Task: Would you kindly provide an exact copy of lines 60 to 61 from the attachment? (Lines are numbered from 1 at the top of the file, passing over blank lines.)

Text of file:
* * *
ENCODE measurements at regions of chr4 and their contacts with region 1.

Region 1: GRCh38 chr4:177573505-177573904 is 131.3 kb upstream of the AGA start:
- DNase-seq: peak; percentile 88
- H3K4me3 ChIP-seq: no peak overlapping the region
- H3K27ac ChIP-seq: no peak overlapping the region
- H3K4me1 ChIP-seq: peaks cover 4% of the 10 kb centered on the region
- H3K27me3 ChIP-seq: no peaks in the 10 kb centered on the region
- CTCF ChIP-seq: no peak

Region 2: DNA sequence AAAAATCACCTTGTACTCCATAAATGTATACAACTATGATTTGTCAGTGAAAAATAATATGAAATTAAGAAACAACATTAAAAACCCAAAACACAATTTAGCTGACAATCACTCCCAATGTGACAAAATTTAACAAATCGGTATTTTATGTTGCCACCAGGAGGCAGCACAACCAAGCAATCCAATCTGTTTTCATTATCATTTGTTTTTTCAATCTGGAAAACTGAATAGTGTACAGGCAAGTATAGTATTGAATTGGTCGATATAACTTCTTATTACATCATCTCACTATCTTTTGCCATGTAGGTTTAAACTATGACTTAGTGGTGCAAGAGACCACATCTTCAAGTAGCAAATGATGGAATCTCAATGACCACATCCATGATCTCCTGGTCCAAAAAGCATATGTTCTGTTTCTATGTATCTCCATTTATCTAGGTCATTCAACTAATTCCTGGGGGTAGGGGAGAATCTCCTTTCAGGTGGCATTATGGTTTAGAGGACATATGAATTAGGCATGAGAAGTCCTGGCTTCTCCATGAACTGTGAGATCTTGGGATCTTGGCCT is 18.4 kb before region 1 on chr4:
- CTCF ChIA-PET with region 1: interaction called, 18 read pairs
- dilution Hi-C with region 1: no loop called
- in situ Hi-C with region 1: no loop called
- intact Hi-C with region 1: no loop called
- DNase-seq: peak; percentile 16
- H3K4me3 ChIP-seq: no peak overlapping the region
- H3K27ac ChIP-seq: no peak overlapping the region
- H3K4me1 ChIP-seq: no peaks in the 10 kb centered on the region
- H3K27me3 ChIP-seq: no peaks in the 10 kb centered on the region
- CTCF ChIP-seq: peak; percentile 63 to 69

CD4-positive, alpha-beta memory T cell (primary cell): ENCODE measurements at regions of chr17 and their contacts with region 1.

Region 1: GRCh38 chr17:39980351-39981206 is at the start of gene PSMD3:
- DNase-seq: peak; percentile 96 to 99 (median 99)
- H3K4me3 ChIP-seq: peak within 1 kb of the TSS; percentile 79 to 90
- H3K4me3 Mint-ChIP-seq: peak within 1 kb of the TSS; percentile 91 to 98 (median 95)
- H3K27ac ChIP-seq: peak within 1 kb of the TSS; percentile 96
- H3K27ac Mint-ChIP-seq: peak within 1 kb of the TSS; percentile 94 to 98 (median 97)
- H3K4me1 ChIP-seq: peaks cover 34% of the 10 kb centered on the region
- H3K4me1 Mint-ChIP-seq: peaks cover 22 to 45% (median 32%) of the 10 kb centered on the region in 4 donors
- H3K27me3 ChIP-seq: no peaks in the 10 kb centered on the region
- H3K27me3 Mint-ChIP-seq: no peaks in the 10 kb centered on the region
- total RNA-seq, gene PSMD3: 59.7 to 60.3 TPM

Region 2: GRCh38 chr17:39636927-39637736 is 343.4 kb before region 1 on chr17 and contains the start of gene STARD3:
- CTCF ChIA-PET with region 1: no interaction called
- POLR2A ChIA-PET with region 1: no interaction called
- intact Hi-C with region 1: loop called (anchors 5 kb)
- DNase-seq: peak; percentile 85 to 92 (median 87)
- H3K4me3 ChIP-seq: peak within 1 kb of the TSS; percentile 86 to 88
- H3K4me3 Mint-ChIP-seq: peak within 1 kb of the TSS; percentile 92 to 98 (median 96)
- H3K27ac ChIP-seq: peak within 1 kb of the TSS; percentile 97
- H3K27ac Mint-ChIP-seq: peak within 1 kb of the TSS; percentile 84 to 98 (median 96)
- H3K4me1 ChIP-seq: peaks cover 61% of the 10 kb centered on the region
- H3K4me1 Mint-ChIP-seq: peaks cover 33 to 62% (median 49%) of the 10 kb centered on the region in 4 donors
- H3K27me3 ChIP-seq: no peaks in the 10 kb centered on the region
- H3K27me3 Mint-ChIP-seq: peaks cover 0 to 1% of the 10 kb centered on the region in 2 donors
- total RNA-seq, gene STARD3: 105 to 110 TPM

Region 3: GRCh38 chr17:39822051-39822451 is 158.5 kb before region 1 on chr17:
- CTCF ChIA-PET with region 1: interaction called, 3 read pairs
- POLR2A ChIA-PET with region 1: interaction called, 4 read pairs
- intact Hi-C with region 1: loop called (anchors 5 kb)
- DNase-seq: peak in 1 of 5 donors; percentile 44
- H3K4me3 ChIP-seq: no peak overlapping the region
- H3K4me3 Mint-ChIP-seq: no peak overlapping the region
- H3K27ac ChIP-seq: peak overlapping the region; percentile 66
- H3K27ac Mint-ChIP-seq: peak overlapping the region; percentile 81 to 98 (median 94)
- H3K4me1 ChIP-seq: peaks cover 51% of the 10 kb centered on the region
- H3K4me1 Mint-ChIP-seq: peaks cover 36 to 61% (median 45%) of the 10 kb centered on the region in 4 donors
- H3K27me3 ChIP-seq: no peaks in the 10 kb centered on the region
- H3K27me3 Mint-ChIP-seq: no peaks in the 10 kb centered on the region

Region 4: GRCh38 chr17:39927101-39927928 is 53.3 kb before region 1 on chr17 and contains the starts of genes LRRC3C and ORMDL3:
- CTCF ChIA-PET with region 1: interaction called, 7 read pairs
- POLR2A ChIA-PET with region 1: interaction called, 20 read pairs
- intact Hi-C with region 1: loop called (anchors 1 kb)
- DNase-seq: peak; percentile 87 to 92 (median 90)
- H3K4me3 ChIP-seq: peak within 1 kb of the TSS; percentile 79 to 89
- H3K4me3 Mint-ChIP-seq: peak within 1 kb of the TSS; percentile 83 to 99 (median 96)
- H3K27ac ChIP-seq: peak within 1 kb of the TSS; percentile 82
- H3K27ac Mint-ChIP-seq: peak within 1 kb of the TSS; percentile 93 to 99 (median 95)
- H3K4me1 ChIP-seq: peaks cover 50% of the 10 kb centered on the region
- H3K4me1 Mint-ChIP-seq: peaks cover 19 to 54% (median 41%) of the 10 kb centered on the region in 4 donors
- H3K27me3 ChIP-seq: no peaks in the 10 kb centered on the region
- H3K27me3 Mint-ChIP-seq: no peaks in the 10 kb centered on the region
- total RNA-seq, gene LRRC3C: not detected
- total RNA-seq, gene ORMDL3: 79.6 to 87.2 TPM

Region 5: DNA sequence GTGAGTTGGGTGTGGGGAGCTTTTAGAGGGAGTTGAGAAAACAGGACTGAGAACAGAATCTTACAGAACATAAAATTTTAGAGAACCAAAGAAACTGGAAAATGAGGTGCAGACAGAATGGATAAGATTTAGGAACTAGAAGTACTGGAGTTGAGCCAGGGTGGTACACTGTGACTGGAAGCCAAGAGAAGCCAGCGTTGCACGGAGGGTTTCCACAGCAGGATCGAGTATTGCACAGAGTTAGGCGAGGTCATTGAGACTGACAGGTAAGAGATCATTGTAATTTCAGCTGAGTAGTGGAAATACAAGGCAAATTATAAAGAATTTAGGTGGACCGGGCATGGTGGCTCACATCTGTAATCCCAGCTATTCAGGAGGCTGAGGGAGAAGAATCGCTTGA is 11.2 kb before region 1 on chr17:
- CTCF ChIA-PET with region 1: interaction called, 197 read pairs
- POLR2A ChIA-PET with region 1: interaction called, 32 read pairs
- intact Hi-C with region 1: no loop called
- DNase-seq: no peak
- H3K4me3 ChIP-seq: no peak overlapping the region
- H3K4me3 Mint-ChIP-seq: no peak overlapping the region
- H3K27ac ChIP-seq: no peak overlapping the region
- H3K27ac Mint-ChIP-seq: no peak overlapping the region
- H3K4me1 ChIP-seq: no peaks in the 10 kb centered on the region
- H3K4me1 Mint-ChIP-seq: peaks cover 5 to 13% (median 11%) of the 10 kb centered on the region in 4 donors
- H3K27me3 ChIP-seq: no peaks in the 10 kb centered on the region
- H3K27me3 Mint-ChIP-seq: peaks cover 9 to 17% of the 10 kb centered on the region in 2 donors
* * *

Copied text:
- CTCF ChIA-PET with region 1: interaction called, 7 read pairs
- POLR2A ChIA-PET with region 1: interaction called, 20 read pairs